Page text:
3.      Thou shalt remember to cherish and honor thy spouse. It is easy to forget how much you love and cherish your spouse during conflict. So, make it a habit to recall the fun times you have shared with your spouse. Remember what you admire about your spouse. Call to mind all your spouse has done to support you, nurture your marriage, and build your home. Keep in mind that your spouse can have a valid perspective, even when they disagree with you. Your spouse is not the enemy. Your spouse is the one you love, the one you cherish, the one you honor above all others.

4.      Thou shalt soothe thyself and thy spouse. Do not let your emotions run away with you during a conflict. Instead, soothe yourself. Breath. If you feel yourself escalating, intentionally take a breath and do something to remember and express your love for your spouse. Inject an “inside joke” into the conversation. Admit your fears. Reaffirm that you love your spouse even when you disagree. Verbally confirm your desire to understand what your spouse is saying. Make what John Gottmann calls “repair statements” to keep the emotion of the conflict in check. (Arguing with Your Spouse will help you learn other ways to soothe.)

5.      Thou shalt remember thy spouse’s vulnerabilities and avoid “pushing buttons.” In other words, treat your spouse with respect, especially during a disagreement. You may even treat them with extra kindness during conflict, with kid-gloves so to speak, to avoid “pushing those buttons.” Avoid name-calling. Avoid sweeping accusations. Avoid blame. Be polite. Show respect. 

6.      Thou shalt listen twice as much as thou speak. You know the old saying, “You have two ears and one mouth so listen twice as much as you talk.”  The wisdom of this saying is especially true during marital conflict. Listen intently. Listen to understand. Listen to connect. 

7.      Thou shalt avoid the kitchen sink. Stick to one topic, the topic of the conflict. Do not throw in the kitchen sink; stick to one topic at a time. If you find yourself bringing up other issues or past hurts, stop for a moment and refocus on the issue at hand. Commit to resolving one issue at a time. (Read Avoid 5 Practices to Have a Successful Family Conflict for more on Kitchen Sinking & 4 other patterns detrimental to healthy conflict.)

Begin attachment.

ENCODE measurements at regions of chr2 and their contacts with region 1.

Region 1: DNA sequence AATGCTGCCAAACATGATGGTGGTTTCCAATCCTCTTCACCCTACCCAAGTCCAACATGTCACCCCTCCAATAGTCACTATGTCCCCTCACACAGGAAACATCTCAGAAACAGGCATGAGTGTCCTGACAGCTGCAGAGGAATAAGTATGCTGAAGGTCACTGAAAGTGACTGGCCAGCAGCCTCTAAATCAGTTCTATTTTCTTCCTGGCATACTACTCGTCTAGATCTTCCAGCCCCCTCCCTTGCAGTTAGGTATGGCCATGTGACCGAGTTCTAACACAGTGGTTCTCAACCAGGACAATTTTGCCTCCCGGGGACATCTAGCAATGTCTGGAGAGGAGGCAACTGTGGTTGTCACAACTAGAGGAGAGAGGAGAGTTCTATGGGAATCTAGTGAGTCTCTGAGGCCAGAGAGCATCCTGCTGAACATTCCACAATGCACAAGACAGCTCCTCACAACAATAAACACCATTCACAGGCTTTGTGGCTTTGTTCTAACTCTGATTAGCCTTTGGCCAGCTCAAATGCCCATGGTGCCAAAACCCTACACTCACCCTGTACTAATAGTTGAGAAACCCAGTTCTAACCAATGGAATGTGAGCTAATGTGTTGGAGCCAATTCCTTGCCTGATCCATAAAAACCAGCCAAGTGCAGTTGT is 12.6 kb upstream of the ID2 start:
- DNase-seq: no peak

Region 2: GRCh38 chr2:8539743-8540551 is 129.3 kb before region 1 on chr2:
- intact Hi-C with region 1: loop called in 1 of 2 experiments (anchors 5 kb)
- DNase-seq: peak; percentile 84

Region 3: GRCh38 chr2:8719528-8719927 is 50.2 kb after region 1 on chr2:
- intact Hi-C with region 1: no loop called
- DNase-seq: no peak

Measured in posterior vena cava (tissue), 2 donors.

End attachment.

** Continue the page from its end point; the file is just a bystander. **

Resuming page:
8.      Thou shalt keep short accounts. Once a conflict has ended, do not harbor it in your mind. 

9.      Thou shalt take responsibility for thine own contribution to the conflict and thine own actions during the conflict. Think about your contribution to the conflict. Think about the emotions aroused during the conflict. What made the topic or the conflict so important to you? Did you feel frightened of the distance from your spouse created by the conflict? Were you reminded of incidents from your childhood that increased your anxiety or fear or anger?  How might you communicate these emotions to your spouse in a calm way? Also, what did you do to escalate the conflict? For what do you need to apologize? How will you make amends?

10.   Thou shalt reaffirm thy love and commitment. When the conflict has ended, whether you have reached an agreement or not, reaffirm your love and commitment to your spouse. Give your spouse a hug and a kiss. Offer them a sincere compliment. Tell them you love them and are committed to a lifetime with them.